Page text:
When crowds go wrong

October 23, 2017

by LIOR ZOREF @lior

I wrote this post during a flight to Washington DC, to which I was invited to give a keynote at an event..

While I was waiting for my flight, I made a video call with my family. It was 6am in New York and 1pm in Israel. My wife and 3 children had just finished brunch at a nice Tel-Aviv restaurant (if you ever visit Israel, don’t miss breakfast at Benedict). I thought about the days when it was so hard to make even a simple international phone call. Yet today, within 2 seconds, I initiated a video conference and saw everyone as if they were sitting by my side.

Two seats next to me sat someone I thought was a New Yorker. At the end of my video conversation, he turned to me in Hebrew and said hi.

He introduced himself as an Israeli who had lived in the US for many years. He was married, with three children, all of whom were born in the US, and worked as a consultant for a large tech company.

Like every two Israelis, within five minutes we discovered that we were about the same age, have a common friend, a common hobby (sailing) and that we had children of similar ages.

I asked him, “Can you explain to me the rationale for US gun laws? ”

He sighed and I could see that he was a bit uncomfortable with this issue. “I know that it is hard to explain this, but I’ll give it a try. The strong feelings of Americans about the right to bear arms is somewhat similar to the strong feelings of the LGBT community in Israel when it comes to equal rights. They feel it’s a basic right that allows citizens to feel protected. A basic right that must not be denied.”

“But the role of the state is to protect citizens, that’s why we have a police force,” I replied.

“Many Americans are convinced that freedom is also expressed in the right to possess weapons, and there are many civilians who believe that they must bear arms in order to deter future governments from acting against their own citizens.”

“And that makes sense to you?” I asked.

“No way!” he replied. “Not long ago, I was at a neighbor’s garage sale. They sold old toys, a chair, two rifles and an M16 assault gun! And for them that was a natural thing to do.”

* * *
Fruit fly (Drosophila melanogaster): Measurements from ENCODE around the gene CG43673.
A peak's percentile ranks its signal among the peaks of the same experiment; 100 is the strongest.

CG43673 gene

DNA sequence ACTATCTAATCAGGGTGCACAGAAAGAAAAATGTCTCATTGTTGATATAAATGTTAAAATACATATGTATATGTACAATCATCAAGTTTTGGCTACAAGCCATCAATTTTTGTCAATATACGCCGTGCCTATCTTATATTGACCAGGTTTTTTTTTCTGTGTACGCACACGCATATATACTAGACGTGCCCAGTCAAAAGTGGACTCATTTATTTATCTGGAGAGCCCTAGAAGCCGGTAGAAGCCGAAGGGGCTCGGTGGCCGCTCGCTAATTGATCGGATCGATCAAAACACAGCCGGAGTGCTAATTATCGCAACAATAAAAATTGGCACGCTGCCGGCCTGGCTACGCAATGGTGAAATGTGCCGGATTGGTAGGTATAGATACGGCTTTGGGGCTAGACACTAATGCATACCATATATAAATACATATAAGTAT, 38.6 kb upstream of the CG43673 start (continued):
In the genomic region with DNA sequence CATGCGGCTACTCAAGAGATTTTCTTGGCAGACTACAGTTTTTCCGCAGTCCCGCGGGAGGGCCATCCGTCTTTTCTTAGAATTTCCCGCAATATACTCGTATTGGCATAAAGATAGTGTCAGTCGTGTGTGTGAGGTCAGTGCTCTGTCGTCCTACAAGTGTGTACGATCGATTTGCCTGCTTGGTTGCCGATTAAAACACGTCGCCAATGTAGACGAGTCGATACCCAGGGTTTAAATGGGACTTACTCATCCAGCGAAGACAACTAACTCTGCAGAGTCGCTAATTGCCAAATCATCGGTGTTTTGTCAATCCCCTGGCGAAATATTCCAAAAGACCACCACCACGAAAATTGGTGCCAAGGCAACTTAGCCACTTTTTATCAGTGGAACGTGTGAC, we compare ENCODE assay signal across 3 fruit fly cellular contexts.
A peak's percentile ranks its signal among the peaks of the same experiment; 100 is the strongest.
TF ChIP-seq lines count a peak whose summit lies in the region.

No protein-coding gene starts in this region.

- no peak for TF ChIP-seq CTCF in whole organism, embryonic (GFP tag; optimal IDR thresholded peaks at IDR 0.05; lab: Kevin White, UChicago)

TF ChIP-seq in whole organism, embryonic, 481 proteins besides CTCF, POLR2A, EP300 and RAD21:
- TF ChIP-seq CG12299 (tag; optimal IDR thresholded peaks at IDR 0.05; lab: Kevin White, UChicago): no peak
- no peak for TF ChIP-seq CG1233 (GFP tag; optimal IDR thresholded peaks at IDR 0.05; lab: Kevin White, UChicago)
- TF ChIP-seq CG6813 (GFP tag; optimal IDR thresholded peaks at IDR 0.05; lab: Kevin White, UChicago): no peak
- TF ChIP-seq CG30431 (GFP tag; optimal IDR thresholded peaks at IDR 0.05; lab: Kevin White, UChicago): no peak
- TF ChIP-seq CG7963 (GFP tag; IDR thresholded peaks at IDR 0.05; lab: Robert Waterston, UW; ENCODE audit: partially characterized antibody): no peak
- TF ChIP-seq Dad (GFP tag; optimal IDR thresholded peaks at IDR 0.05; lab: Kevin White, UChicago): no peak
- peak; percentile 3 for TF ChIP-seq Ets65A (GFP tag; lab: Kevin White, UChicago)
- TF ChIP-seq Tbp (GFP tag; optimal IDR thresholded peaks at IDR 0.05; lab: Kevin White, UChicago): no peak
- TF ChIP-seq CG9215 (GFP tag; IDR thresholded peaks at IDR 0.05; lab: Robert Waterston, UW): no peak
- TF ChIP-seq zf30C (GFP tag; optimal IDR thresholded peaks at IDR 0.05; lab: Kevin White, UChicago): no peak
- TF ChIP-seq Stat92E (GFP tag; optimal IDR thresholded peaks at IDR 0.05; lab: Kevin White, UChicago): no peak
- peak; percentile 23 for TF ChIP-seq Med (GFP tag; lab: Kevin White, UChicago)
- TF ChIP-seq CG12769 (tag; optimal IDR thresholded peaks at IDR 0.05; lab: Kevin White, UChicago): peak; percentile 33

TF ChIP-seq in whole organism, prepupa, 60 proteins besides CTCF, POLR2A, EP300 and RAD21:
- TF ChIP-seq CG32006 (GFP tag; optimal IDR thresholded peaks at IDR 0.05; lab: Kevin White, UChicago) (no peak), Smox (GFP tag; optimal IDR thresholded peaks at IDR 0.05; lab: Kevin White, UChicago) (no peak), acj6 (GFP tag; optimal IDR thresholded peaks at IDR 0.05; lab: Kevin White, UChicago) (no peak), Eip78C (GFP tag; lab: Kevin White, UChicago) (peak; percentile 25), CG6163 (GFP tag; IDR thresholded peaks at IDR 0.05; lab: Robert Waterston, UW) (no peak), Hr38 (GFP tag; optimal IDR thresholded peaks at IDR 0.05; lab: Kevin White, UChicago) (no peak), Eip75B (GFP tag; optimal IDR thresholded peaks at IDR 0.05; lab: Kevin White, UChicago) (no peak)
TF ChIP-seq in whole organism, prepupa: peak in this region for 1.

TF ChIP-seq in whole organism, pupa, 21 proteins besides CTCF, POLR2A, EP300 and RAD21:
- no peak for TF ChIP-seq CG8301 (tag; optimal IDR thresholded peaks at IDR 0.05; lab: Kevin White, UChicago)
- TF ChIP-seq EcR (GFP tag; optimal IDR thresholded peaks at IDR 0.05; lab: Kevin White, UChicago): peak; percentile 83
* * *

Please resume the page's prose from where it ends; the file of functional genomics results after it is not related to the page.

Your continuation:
I arrived to DC and had a few free hours in which I visited the Senate building as I pondered this story.

From my point of view, as a crowdsourcing researcher. Is this an example of the wisdom of crowds? The entire world was shocked by the recent shootings in Las Vegas, where a civilian bought 47 weapons and killed nearly 60 civilians.

The statistics are shocking. According to the US Department of Health, an average of 93 Americans are killed every day by guns, including 7 children. 7 children every single day.

Data shows that half of Americans are satisfied with the current gun laws or think they should be made even less strict. This is the wisdom of crowds according to US citizens.

The wisdom of crowds has several conditions. Do they exist in this case? The first two conditions seem to exist: a large and diverse crowd. But do Americans think about this issue independently and rationally? I’m not sure. It’s a very emotional issue. This might be an example of emotional or cultural bias, where irrational thinking leads to making the wrong decision.

I continued to see Martin Luther King’s monument.

I learned that the artist wanted to symbolize that Martin Luther King’s work was not over yet and thus his body is still in stone. The famous words of his speech, “I have a dream”, resonated in my mind.

My keynote was during the next day. The event organizers managed to get a new Chevy Bolt into the conference room during my talk and I asked the audience to share their weight estimates of the vehicle.(Photo by Edwin Remsberg)

This time the wisdom of the crowd worked and the talk resonated well with the audience.

On my way back to Israel, I stopped for a short visit in Amsterdam. I went through Vera’s cookie shop where she makes the best chocolate cookies in the world (for those who have not read the story I wrote about those cookies, here’s a link to read it in Hebrew). As always, there was a long line. This time, a sign was added saying that the waiting time was 45 minutes.

I waited patiently and finally bought four cookies. I asked Vera, “How come you still haven’t changed your mind and decided to open more branches?” She smiled and replied, “Because that’s the only way I’m happy.”

I took a bite of the cookie. A little moment of happiness.


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